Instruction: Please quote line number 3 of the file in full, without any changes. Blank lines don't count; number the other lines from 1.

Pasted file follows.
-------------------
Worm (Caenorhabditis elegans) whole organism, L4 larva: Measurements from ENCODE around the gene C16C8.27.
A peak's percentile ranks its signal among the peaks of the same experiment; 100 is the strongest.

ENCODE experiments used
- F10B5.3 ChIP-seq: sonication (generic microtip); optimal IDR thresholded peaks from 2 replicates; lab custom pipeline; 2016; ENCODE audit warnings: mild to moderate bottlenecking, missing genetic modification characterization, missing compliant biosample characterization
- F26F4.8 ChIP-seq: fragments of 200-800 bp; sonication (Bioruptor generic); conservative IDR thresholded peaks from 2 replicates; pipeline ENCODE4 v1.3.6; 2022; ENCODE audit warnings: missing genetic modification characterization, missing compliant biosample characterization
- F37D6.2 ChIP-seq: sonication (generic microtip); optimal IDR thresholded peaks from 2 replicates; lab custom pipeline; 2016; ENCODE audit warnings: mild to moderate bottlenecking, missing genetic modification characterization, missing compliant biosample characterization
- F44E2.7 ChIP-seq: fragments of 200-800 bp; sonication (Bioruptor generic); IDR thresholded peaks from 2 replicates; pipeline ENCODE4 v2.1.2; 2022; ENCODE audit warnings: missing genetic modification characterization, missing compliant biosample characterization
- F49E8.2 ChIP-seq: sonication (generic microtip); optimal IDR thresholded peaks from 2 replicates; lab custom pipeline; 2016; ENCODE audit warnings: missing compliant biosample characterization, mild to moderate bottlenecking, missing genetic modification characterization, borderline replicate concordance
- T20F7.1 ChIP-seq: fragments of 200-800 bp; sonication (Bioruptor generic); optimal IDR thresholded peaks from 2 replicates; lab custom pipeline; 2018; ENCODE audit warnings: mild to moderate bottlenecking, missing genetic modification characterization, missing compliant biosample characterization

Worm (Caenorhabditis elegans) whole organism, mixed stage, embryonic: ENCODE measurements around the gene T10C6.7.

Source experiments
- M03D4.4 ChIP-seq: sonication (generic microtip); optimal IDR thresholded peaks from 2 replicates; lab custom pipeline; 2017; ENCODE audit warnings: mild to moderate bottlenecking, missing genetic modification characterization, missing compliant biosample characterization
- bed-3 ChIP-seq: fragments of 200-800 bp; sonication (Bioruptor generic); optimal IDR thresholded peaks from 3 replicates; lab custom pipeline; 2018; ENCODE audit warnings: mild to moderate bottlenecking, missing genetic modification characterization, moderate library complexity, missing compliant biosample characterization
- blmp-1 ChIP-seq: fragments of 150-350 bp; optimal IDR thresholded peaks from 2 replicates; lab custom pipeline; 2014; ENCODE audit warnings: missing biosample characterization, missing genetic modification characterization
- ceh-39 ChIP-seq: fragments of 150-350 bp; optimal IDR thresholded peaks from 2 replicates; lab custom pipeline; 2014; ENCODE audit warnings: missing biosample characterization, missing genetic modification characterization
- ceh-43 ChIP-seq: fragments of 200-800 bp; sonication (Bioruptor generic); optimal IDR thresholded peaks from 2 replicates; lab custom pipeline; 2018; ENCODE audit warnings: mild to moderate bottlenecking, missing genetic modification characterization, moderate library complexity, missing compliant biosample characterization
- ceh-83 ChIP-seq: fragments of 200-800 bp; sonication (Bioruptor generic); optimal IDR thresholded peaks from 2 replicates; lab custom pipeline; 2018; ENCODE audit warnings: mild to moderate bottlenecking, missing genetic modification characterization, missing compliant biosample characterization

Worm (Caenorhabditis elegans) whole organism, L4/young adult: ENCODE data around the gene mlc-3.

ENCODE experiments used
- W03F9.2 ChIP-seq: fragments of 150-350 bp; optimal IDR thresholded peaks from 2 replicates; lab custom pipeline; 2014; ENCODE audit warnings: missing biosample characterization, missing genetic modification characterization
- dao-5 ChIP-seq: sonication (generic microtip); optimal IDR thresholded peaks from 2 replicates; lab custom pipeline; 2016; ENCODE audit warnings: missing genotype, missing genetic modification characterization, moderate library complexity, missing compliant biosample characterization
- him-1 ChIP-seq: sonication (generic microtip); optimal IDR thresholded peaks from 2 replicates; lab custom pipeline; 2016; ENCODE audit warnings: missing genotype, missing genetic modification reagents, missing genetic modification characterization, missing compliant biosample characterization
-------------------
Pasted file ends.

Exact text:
ENCODE experiments used